The STEMtacular Science of Candy

candy corn

 

Click or treat!

 

It’s that time of year again, when candy of all shapes, sizes, and Red 40 content makes its way off store shelves and into our homes (and stomachs). But where do all these crazy edibles come from? They’re the brainchild of food scientists.

 

Like most careers today, candy making requires STEM skills. Meet Esther Sussman, Research Scientist at Ferrera Candy Company. She is featured in an article from the American Association of the Advancement of Science about women in science careers.

 

Esther Sussman

Photo from American Association of the Advancement of Science

 

Esther creates new candy flavors at the Ferrera Candy Company, and has a degree in food science. But like many students, when Esther was young she didn’t know that food science was a major at all.

 

“Beginning around the age of 10, I used to tell my family that I wanted to work at Ben and Jerry’s making new ice cream flavors. I did not realize that food science existed until applying to the University of Wisconsin, Madison. When applying, they ask for you to choose a major and I found food science in the list of majors. Once I got to school and learned more about the major, I realized it was exactly what I wanted to do. It mixed all types of science with food, two of my favorite things!”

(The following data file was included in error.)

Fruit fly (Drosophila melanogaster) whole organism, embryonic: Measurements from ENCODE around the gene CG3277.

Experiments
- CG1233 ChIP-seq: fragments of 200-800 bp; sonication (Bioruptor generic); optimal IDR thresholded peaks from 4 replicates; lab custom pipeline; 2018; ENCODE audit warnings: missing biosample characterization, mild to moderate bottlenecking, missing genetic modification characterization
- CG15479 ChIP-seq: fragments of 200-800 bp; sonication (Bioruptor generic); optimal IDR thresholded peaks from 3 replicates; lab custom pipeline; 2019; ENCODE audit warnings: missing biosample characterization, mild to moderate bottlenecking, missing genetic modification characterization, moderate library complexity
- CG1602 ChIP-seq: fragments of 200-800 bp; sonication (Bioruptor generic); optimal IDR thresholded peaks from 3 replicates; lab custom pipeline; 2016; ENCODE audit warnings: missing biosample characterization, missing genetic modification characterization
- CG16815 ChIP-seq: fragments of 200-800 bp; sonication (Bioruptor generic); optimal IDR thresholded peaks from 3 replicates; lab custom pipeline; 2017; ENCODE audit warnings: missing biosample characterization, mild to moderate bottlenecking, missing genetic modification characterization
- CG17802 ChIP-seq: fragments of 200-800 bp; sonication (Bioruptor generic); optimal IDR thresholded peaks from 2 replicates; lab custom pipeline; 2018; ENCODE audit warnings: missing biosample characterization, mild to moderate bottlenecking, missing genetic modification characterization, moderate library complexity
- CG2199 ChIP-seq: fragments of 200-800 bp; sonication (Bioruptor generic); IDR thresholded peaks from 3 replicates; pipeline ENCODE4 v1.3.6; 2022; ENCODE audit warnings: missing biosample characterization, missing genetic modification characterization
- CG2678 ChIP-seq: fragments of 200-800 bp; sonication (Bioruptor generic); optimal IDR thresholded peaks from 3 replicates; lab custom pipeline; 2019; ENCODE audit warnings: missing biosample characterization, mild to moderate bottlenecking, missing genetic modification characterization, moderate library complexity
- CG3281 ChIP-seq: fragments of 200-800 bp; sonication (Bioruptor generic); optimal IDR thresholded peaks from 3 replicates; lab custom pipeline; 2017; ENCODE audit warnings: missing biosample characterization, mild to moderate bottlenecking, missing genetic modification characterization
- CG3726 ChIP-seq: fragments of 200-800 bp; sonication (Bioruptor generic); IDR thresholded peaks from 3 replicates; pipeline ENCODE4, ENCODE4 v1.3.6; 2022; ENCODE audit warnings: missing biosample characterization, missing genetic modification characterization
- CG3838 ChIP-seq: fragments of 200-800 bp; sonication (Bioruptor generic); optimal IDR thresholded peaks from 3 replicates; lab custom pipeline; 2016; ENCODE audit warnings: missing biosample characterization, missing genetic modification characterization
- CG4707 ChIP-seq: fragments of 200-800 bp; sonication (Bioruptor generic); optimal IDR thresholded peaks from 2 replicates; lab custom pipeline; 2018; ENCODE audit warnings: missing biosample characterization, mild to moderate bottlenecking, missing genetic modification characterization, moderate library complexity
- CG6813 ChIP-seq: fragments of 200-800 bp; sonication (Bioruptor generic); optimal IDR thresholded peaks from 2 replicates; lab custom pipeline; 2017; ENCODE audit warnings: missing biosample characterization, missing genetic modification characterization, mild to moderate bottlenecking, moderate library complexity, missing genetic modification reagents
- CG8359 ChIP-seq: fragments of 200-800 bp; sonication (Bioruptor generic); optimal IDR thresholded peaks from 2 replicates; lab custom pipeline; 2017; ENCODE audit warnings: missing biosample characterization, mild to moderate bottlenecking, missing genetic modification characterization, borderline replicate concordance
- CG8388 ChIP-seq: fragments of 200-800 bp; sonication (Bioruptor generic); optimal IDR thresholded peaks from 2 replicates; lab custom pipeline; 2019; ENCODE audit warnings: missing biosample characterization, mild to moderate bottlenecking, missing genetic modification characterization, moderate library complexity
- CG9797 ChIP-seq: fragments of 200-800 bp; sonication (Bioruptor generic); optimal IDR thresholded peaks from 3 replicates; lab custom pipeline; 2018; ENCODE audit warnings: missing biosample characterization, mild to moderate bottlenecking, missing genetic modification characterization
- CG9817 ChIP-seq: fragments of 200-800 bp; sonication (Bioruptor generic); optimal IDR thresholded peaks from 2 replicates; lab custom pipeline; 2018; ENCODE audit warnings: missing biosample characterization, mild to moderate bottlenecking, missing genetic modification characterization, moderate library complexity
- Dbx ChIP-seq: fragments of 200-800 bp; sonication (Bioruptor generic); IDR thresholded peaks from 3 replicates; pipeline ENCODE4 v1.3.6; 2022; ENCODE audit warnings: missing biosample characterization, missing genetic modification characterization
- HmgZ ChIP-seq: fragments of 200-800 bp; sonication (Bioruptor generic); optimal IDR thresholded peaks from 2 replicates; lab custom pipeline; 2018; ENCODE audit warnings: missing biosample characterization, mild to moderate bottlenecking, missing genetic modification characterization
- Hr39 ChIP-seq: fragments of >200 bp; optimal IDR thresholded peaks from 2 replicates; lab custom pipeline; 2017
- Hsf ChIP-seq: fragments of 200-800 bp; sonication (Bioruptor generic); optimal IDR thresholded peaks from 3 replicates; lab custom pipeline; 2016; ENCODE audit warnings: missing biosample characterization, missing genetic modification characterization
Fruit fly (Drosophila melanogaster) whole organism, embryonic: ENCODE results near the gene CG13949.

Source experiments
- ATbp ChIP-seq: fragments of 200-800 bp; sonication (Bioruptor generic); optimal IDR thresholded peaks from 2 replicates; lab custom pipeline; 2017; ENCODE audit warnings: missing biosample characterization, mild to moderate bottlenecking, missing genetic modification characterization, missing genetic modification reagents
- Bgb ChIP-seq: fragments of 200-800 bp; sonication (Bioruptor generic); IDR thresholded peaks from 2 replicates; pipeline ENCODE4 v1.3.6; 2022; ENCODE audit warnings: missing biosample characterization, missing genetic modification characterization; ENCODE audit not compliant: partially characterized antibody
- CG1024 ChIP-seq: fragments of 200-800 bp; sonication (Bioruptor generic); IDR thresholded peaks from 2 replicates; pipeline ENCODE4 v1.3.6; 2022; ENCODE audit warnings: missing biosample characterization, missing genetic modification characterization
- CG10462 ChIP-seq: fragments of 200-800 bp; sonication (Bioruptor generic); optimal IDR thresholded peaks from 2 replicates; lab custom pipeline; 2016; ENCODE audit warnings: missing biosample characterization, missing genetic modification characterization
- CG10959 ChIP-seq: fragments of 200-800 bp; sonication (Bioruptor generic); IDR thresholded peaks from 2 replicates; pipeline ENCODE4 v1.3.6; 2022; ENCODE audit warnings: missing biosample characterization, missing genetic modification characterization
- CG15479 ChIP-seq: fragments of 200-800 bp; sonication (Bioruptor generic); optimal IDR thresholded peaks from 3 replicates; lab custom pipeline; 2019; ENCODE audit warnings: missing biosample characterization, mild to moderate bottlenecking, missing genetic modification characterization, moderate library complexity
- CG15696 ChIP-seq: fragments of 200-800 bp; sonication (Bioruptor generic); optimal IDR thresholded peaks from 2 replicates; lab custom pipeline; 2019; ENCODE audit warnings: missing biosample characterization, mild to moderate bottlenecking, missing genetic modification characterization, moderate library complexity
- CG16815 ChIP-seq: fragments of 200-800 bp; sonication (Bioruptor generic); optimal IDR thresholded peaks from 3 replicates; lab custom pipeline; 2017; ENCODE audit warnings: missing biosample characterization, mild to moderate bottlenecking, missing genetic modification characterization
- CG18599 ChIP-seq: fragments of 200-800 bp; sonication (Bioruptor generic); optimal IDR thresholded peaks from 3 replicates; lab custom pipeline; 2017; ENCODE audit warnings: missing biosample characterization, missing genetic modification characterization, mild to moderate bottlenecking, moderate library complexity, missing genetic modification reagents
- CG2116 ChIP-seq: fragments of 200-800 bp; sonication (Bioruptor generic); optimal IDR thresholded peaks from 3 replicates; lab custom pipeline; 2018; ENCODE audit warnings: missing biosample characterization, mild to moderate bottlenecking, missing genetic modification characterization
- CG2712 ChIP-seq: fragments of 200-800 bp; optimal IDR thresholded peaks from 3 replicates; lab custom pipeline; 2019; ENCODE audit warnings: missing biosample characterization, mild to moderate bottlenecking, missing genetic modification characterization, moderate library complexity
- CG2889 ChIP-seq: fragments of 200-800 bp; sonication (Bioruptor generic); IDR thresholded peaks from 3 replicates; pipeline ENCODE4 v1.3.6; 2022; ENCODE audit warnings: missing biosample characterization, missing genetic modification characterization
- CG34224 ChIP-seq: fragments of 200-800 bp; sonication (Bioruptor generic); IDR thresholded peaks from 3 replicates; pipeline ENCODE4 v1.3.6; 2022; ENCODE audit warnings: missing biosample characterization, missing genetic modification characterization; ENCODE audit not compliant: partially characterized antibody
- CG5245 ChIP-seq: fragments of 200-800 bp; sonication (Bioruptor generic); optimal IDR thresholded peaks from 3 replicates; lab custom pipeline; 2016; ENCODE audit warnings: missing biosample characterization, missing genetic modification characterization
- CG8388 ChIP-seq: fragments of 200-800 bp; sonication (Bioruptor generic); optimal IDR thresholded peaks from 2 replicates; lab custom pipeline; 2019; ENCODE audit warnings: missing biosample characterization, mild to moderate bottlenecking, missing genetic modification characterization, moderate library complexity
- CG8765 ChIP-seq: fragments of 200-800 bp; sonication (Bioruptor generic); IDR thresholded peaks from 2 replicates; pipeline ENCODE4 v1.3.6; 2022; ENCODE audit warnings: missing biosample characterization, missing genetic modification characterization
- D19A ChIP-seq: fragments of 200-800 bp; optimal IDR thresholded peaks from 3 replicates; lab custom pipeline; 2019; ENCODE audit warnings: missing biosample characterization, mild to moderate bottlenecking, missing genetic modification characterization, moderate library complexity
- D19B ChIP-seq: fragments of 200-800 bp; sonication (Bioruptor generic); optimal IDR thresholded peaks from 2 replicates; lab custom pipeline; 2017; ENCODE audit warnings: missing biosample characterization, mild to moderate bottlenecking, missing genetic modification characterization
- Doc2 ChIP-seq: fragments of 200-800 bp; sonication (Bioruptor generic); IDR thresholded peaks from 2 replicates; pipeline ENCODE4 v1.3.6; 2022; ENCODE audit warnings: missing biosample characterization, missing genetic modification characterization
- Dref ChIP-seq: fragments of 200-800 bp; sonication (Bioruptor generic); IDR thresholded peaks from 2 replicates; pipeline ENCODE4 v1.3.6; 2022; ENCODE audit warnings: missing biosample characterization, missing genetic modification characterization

So how do we connect more students like Esther with the STEM jobs of their dreams? One way is through Washington STEM’s Career Connected Learning Initiative and programs called Learning Labs.

 

In partnership with the state of Washington, and thanks to your amazing support, we’ve identified and helped drive funding to programs across the state that bring STEM job-related experiences to kids from middle school through young adulthood.

 

This group of more than twenty programs – or Learning Labs – are making STEM jobs real for students. (Check out this article from Crosscut about a Learning Lab in South King County.) Grants to these programs will help us learn more about how they work and document their successes so that they can expand and grow, giving more kids more access to more inspiring careers.

 

Now that’s pretty sweet!

 

 

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